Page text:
The pervasive and persistent influence of caste on child mortality in India
Date of Issue2008
This study examines the effect of caste on child mortality and maternal health care utilization in rural India using data from the National Family Health Survey (NFHS-2) carried out during 1998–1999. Results from multilevel discrete-time hazard models indicate that, net of individual-level and community-level controls, children belonging to low castes have higher risks of death and women belonging to low castes have lower rates of antenatal and delivery care utilization than children and women belonging to upper castes. At the same time, the controls account for most of the differences within the low castes. Further analysis shows that the mortality disadvantage of low castes is more pronounced in poorer districts. These results highlight the need to target low caste members in the provision of maternal and child health services.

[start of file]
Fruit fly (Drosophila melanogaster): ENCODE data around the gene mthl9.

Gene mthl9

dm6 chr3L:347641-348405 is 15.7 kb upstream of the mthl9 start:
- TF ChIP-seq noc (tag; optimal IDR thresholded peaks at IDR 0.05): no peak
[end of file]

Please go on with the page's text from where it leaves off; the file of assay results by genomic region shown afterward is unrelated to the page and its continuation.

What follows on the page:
Population research and policy review
© 2008 Springer Science+Business Media B.V. This is the author created version of a work that has been peer reviewed and accepted for publication by Population Research and Policy Review, Springer Science+Business Media B.V. It incorporates referee’s comments but changes resulting from the publishing process, such as copyediting, structural formatting, may not be reflected in this document. The published version is available at: [http://dx.doi.org/10.1007/s11113-008-9070-0].